Joe, Your article this morning was brilliant. The solution to many of our problems is people sitting down and compromising. Top of the list: improving the education of not just our kids but in too many cases their parents as well. Unfortunately the attempts to solve reading problems, miss the mark by not recognizing that there are thousands of young parents out there who cannot adequately read themselves. They and their children need not be punished but encouraged, They also need not to be embarrassed, as shame is probably the strongest deterrent to any advancement...
Thanks to all of the readers who emailed in their thoughts on what remains the defining issue of the state--breaking the generational cycle of poor education, poverty and other social ills that put us at the bottom of the barrel.
Insiders say at this weekend's Bernalillo County GOP convention probable US Senate nominee as expected trounced opponent Greg Sowards in getting delegates elected to next month's pre-primary convention. It will take 20 percent of the delegates there to get an official spot on the ballot or else Sowards will have to go out and get petition signatures to qualify. Based on what happened this weekend, that's what he will probably have to do.
As for the race for the US House, on the Dem side Marty Chavez and Eric Griego are said to have had the organizational edge over Michelle Lujan Grisham at the weekend county convention. On the GOP side it's also a three way race with Dan Lewis, Janice Arnold-Jones and Gary Smith running. Insiders say Arnold-Jones and Lewis have the convention advantage over newcomer Smith.
SANTA FE SCENE
How did it come to this?
The bloom is off Santa Fe a little," (longtime art dealer and Santa Fe businessman Gerald Peters said. "It isn't as popular as it once was. Santa Fe took its tourists for granted, while other communities became more attentive and competitive."
The ongoing Bear Market in the capital city has been so severe that even passage of bonds on the March 6 city election ballot to build police and fire facilities is in doubt.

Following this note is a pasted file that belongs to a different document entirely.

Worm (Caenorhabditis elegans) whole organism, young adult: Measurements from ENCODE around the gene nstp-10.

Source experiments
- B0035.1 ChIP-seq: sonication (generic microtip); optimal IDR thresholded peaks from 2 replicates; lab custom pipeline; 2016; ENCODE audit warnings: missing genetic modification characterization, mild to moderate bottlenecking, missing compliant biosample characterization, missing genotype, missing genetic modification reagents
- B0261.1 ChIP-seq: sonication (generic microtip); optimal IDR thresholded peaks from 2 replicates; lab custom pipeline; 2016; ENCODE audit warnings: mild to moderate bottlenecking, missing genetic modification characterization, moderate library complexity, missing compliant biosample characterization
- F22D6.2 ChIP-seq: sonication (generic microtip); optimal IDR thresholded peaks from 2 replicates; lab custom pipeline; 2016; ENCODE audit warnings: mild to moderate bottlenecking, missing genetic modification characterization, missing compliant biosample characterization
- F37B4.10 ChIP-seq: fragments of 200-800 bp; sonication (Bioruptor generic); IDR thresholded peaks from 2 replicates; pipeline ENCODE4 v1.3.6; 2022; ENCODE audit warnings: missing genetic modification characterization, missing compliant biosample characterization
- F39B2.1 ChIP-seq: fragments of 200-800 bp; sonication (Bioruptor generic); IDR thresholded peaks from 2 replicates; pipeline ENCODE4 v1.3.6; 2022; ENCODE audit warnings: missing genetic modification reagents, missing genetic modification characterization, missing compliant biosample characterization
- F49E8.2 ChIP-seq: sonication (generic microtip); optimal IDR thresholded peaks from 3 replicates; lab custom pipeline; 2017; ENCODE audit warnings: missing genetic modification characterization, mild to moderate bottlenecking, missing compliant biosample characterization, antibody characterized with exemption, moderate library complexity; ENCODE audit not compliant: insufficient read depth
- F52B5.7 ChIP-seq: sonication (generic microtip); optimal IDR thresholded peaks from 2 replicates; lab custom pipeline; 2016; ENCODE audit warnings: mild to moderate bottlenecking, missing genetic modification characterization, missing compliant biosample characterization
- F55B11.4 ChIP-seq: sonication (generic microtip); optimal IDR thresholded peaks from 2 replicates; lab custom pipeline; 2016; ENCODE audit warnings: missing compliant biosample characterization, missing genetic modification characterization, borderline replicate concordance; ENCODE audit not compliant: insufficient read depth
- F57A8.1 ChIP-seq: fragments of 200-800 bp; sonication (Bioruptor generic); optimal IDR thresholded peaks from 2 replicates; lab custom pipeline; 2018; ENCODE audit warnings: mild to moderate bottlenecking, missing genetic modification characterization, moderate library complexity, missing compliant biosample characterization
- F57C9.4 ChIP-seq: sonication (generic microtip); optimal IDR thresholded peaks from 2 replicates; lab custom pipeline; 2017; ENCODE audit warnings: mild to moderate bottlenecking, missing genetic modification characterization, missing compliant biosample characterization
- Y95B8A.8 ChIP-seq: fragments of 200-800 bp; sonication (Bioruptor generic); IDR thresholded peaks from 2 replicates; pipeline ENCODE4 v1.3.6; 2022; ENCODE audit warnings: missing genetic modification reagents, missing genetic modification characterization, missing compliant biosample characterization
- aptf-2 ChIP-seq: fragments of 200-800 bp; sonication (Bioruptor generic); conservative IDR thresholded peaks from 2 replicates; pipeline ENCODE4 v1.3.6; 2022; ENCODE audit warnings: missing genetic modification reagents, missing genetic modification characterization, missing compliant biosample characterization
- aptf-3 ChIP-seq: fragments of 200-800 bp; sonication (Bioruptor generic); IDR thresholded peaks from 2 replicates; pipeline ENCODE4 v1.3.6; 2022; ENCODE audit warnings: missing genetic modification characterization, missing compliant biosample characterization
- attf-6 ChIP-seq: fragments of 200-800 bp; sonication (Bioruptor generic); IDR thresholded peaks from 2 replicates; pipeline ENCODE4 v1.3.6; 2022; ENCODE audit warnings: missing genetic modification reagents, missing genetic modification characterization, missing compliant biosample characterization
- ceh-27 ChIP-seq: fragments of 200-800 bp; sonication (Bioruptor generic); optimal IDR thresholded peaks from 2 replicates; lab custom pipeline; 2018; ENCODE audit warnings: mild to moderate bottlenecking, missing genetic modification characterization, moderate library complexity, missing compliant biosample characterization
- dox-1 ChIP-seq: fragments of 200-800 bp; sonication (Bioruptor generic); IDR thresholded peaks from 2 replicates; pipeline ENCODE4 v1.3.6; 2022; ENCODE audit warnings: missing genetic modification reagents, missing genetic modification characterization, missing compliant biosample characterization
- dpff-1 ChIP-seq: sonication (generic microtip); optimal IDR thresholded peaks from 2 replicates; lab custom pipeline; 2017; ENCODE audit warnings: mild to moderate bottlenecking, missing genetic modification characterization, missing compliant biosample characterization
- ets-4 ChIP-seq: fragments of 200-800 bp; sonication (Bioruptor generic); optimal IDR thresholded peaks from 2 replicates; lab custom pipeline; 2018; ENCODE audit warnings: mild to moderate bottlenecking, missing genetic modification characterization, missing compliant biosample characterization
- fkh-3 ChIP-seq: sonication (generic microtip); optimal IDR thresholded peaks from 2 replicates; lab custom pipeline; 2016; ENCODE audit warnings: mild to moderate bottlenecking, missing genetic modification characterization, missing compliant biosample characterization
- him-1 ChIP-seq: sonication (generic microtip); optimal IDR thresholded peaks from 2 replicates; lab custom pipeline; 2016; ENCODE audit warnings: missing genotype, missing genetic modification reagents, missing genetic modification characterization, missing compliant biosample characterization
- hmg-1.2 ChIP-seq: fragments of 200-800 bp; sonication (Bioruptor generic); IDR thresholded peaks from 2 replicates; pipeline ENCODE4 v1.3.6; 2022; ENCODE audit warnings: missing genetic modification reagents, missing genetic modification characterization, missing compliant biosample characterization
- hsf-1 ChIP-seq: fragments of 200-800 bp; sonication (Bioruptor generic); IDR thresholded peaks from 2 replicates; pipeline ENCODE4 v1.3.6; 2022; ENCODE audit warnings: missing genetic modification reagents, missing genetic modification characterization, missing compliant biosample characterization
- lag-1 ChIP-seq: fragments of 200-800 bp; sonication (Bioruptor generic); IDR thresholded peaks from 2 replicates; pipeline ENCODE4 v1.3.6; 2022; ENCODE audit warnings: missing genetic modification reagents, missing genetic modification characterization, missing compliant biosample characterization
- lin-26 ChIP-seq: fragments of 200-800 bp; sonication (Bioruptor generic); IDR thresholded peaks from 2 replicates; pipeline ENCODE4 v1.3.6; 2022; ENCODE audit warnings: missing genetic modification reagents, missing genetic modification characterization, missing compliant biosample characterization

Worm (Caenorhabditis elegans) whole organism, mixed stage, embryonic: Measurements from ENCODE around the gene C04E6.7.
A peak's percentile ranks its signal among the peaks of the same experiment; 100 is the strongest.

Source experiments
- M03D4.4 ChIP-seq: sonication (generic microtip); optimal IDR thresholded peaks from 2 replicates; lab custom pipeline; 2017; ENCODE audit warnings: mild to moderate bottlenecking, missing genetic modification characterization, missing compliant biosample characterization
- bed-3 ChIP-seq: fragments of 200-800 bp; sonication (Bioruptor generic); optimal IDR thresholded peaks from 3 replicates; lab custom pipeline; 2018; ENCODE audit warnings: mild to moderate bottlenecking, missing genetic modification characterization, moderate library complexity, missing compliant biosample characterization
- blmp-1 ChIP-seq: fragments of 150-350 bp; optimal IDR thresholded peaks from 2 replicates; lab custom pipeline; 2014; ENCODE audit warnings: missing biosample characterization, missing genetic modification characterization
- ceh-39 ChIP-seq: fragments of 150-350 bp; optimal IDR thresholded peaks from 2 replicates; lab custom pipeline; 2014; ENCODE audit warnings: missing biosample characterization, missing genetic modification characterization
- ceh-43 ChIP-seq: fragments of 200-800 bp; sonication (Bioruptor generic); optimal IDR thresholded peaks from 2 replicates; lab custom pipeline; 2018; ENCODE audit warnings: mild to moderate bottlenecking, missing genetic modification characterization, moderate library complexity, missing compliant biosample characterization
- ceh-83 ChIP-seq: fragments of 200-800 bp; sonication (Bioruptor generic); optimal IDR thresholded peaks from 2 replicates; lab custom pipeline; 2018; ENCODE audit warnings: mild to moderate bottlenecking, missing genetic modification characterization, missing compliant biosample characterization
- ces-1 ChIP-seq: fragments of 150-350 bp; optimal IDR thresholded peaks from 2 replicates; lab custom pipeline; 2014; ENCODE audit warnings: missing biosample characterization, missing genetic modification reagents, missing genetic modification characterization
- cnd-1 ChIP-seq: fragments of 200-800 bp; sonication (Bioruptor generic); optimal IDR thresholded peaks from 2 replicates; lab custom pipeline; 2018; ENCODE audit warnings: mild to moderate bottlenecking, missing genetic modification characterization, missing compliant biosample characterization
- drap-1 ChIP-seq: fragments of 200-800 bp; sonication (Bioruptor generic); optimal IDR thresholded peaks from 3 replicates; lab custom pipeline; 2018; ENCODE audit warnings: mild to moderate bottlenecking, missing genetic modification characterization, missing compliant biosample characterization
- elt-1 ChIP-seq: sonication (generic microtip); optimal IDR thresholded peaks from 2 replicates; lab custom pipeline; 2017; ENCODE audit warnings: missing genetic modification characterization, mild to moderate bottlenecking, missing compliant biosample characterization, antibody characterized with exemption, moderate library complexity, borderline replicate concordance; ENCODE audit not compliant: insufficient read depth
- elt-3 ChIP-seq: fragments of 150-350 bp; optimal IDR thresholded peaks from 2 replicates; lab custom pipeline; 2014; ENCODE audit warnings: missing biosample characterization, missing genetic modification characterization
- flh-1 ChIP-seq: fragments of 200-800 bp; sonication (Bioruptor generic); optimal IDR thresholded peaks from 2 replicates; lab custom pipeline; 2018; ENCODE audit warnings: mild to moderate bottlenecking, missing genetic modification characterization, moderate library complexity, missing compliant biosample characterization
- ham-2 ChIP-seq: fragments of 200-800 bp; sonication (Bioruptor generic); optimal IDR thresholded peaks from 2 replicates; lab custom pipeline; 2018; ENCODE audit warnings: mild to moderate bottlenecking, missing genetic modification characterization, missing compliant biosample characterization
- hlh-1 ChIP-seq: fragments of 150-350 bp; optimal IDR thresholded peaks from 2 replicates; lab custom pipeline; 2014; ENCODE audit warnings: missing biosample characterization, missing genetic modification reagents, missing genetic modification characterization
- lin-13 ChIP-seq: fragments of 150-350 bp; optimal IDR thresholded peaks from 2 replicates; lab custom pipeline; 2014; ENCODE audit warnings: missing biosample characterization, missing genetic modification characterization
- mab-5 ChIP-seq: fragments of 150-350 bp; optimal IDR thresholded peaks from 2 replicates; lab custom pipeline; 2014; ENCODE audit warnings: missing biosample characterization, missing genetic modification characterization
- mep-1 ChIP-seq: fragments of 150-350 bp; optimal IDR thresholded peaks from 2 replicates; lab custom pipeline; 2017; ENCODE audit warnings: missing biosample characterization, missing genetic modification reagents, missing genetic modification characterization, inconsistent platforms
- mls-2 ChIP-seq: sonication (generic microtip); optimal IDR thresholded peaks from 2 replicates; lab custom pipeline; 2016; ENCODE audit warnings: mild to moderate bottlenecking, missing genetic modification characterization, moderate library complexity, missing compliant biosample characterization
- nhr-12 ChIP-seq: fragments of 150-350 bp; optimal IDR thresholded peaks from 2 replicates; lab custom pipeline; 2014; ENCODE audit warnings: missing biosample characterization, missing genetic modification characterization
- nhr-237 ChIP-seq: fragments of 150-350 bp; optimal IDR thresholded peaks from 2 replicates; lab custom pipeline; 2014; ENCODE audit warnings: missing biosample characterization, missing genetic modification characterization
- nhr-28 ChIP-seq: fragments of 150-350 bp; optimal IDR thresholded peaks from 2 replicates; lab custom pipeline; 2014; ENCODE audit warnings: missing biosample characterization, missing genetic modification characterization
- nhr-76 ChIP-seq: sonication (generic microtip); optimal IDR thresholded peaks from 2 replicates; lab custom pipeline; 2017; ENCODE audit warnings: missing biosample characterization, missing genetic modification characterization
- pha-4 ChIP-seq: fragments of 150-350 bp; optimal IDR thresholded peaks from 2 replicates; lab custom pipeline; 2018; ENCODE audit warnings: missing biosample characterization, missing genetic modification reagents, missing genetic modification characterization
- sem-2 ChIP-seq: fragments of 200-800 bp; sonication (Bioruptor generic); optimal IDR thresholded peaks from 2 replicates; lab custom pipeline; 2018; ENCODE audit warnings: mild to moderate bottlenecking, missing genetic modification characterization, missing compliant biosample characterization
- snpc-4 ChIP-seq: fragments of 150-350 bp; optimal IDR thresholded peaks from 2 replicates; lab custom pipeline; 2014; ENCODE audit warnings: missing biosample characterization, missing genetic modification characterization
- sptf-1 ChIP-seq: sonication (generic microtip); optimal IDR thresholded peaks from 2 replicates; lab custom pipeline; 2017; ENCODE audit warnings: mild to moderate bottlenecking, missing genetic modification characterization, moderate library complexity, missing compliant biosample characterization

One wonders if the Bull Market will ever return Santa Fe to its glory years.When we bumped into Santa Fe Mayor David Coss on the opening day of the Legislature he was rejoicing that city tax collections were flat, not down again. That's what you call lowering expectations.
SO LONG TO LUJAN
Both the state's US Senators took to the Senate floor to honor NM House Speaker Ben Lujan as the Legislature ended its 30 day session Thursday. Lujan, suffering from cancer, will not seek re-election to his Santa Fe state House seat. Dem Senator Jeff Bingaman said:
Throughout his long career, he's fought fiercely to ensure that the needs of his fellow New Mexicans were being addressed. He's worked hard to improve the quality of New Mexico’s school system. He's fought for the rights of our workers. And he's worked hard to strengthen our economy. I know I speak for all of his colleagues in our state legislature when I say that his service and strength throughout his recent personal difficulties have been an inspiration to all, and his fighting spirit will be missed..His exemplary work ethic is something which we should all aspire to,” Bingaman said.
You can view Bingaman's tribute here and one from Dem Senator Tom Udall here.